patient with ongoing DMARD therapy (Prorecid) at the time of the lymphoma diagnosis, a drug-induced immunosuppression is possible. The remaining EBV-positive patient with a lymphoplasmacytic lymphoma and medium inflammatory RA activity had never been treated with DMARDs. For the evaluation of a relationship between EBV infection and inflammatory activity, we suggest inclusion of information about RA disease severity and inflammatory activity, as well as about RA treatment and EBV findings, in future studies of lymphomas in RA patients. We used the Swedish Hospital Discharge Register and the Swedish Cancer Register to identify a population-based cohort of RA patients. The reporting to these nationwide registers is mandatory, and quality evaluations have confirmed high reporting rates of ⱖ95% (42). We therefore estimate that the present study covers virtually all patients discharged from a hospital with a diagnosis of RA and a subsequent lymphoma diagnosis in this region of Sweden. This approach to studying RA patients, who have been hospitalized at some point, may of course bring a selection bias toward more severe cases. To increase the identification of RA patients with variable indications for hospital care and not only those treated for severe RA, patients with RA as both the main and secondary diagnoses were included. Data from another study (43) indicate that this approach incorporates ⬃75% of all RA patients in a particular referral area. From the results of the present study, it is clear that the lymphoma cases represent a subgroup of RA patients with severe disease, however, and that this must be considered when addressing lymphomas among RA patients in general. In spite of the retrospective approach, medical records of all patients were obtained, and it was possible to compile data about treatment and disease characteristics. The fulfillment of the 1987 ACR criteria for RA could be investigated in all cases, and only 1 patient was excluded due to incorrect diagnosis. We faced more difficulties in finding all lymphoma tissues, and age had also influenced the quality of the lymphoma material in some cases. This led to the exclusion of 6 of the cases and to problems with applying the WHO classification in another 6 cases. Still, 35 of 41 cases (85%) could be reclassified. The excluded cases did not differ in clinical characteristics from those that were reviewed. The lymphomas in the excluded patients were highly malignant, and the patients had short durations of survival after diagnosis. We therefore have no reason to believe that inclusion of the missing cases would have altered the main results.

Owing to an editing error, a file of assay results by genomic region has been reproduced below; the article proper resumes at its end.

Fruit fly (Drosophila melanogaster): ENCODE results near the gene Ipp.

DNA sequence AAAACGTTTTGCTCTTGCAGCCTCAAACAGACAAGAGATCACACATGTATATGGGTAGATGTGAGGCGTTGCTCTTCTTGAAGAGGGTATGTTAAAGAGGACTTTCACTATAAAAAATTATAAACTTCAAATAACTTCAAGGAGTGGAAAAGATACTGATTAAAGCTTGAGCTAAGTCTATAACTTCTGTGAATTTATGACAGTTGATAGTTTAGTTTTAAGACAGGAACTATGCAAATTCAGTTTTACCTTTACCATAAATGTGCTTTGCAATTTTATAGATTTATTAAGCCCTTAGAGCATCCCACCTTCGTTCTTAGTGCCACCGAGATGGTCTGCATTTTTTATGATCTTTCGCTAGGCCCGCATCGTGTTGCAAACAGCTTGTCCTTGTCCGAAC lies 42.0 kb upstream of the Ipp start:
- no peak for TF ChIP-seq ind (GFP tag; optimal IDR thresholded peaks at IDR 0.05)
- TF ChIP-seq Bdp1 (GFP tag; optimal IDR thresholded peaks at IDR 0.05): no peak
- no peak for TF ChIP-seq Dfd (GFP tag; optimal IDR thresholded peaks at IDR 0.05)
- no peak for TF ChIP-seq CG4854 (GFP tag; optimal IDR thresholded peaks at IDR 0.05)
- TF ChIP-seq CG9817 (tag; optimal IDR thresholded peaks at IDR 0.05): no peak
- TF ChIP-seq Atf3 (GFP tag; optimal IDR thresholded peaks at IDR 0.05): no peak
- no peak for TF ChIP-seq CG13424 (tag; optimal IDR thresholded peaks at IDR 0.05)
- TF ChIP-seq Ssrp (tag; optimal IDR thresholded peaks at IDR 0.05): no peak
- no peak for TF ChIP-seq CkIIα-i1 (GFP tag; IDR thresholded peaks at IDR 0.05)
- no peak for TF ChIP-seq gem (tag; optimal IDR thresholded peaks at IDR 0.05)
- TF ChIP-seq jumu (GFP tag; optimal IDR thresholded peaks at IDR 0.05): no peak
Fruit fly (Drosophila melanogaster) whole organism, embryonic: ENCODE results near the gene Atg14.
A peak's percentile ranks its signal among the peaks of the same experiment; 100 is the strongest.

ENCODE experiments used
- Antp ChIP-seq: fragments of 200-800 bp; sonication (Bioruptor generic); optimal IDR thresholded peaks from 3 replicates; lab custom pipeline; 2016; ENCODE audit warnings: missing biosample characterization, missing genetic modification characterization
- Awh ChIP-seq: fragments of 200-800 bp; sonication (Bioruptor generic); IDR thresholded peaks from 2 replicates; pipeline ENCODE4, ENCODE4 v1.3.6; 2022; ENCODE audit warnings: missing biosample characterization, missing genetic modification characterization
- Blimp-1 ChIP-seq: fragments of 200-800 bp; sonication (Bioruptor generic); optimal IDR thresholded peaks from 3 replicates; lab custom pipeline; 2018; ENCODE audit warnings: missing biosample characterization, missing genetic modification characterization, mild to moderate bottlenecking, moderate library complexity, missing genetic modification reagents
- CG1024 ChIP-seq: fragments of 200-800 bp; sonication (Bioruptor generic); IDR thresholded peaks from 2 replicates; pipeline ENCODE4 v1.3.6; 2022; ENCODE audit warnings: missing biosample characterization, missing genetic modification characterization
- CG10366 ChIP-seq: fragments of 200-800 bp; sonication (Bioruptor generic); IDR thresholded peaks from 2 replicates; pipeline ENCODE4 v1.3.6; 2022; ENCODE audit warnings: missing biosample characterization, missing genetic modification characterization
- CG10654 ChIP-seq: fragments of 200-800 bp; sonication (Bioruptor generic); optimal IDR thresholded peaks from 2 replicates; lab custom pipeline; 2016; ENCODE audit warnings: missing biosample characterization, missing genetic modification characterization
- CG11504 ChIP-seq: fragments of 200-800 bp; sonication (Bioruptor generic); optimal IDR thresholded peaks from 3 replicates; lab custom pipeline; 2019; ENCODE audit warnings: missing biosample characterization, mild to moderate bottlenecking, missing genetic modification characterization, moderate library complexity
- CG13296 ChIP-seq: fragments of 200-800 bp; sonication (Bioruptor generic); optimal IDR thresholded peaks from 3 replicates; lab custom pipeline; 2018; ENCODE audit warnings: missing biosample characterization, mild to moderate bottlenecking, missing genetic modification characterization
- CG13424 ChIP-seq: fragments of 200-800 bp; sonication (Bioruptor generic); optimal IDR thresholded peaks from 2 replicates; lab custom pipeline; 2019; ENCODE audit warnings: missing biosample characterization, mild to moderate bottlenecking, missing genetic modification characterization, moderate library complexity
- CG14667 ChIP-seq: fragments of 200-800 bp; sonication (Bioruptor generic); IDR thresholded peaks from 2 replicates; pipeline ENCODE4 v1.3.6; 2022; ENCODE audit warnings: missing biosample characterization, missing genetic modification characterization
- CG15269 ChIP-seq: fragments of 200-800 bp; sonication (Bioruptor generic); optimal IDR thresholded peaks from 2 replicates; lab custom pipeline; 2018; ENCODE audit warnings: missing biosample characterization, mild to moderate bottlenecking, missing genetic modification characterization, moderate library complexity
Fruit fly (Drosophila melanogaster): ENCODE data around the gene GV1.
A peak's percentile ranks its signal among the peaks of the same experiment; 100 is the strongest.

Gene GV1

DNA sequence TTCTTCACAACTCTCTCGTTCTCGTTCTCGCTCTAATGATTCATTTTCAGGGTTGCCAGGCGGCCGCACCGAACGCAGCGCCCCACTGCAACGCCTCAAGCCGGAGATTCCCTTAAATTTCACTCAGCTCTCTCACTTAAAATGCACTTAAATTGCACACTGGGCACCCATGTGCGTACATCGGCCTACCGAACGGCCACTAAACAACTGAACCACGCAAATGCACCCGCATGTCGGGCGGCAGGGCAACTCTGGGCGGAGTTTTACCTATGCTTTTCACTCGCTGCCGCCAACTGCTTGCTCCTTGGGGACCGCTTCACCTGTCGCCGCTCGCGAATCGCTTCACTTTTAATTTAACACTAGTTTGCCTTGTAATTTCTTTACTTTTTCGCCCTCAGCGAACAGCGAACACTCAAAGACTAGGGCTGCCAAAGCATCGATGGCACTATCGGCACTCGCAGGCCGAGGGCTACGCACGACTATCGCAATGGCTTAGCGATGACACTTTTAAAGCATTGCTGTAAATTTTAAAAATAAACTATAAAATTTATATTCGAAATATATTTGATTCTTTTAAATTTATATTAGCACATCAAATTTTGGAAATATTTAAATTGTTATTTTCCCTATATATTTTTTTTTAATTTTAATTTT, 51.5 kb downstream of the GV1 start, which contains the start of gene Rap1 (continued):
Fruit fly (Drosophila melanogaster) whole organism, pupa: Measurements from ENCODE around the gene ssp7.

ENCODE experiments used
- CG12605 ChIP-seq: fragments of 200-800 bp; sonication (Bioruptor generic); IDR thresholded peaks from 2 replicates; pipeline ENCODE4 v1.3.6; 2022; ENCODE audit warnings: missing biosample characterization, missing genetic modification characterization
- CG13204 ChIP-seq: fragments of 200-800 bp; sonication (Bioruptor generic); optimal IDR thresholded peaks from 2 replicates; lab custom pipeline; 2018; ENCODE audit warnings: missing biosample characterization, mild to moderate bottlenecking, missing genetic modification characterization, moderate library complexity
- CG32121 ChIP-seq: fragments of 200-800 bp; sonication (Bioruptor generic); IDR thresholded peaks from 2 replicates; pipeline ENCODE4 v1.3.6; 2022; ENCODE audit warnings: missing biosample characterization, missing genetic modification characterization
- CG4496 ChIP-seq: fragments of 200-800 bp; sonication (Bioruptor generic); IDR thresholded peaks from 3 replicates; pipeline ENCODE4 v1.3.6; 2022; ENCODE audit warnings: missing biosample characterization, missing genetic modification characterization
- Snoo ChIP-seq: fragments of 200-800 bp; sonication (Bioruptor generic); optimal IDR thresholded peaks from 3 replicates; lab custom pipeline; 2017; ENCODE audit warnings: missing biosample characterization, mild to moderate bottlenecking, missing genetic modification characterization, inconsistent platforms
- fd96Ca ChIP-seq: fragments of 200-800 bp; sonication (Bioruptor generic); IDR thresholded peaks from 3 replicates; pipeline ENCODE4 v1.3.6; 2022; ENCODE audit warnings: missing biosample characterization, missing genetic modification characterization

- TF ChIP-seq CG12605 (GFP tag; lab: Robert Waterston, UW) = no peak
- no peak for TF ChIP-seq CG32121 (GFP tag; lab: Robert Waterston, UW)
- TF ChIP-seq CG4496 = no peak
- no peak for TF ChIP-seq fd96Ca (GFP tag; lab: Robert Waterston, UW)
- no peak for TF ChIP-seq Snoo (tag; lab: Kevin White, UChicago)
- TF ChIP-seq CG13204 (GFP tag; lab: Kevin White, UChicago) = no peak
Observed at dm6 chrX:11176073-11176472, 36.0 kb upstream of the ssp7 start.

When discussing and comparing data about lymphoma subtypes, one must also be aware that the lymphoma classification systems have been modified several times during the past decades, and that the classification of lymphomas has been inconsistent between different countries. The worldwide consensus classification (the WHO classification of tumors of hematopoietic and lymphoid tissues, which was used in this study) was first introduced in 2001. The rather low concordance between the initial diagnosis and the WHO diagnosis after review is not surprising. Many of the lymphoma entities in the WHO classification were not recognized in earlier classification systems. In two smaller studies of case series from hospitals, the reported findings were similar to those in the present study. Thus, an increase in DLBCL was reported in the study by Kamel et al of lymphomas in 15 RA patients (11), and the recent study by Dawson et al in 19 RA patients with lymphoma revealed similar results (15). In both studies, most patients were treated with methotrexate or other immunosuppressive drugs, and the increased frequency of DLBCL as well as the high number of EBV-positive lymphomas were suspected to be related to the immunosuppressive therapy. Unfortunately, reports from both studies lack information about the severity of the RA disease. There is only one reasonably large study of arthritis-associated lymphomas in which lymphoma subtypes have been investigated, and that study, using a case–control approach, yielded somewhat different results. In that study, 42 patients with arthritis and lymphomas were identified from the general population (44), and occurrence of DLBCL was reported in 38% of the patients. No difference in lymphoma subtypes between patients with and those without RA was evident. However, the study had factors of uncertainty. Arthritis was self reported, with RA diagnosis confirmed by the treating physician in only 11 of 42 patients, and no data were available describing RA disease status. In conclusion, the present study provides data indicating that high and longstanding inflammatory activity in RA may by itself contribute to the development of lymphomas which are preferentially of the aggressive, diffuse, large B cell type with a poor prognosis. Since the time period of the study was chosen to encompass an era during which immunosuppressive therapy was rare, we cannot draw any conclusions about the impact of today’s more aggressive treatment in RA. However, we believe that data describing the lymphoma risk and lymphoma characteristics, in a situation with a limited influence of immunosuppressive drugs, should help us in the difficult


task of determining the relative roles of disease activity and drug treatment in the present day, in which RA is treated aggressively with DMARDs as well as with new targeted therapies such as tumor necrosis factor– blocking agents. ACKNOWLEDGMENTS We wish to thank the pathology departments in Falun, ¨ stersund for kind cooperaGa¨vle, Va¨sterås, Sundsvall, and O tion, and Associate Professor R. A. Harris for linguistic advice.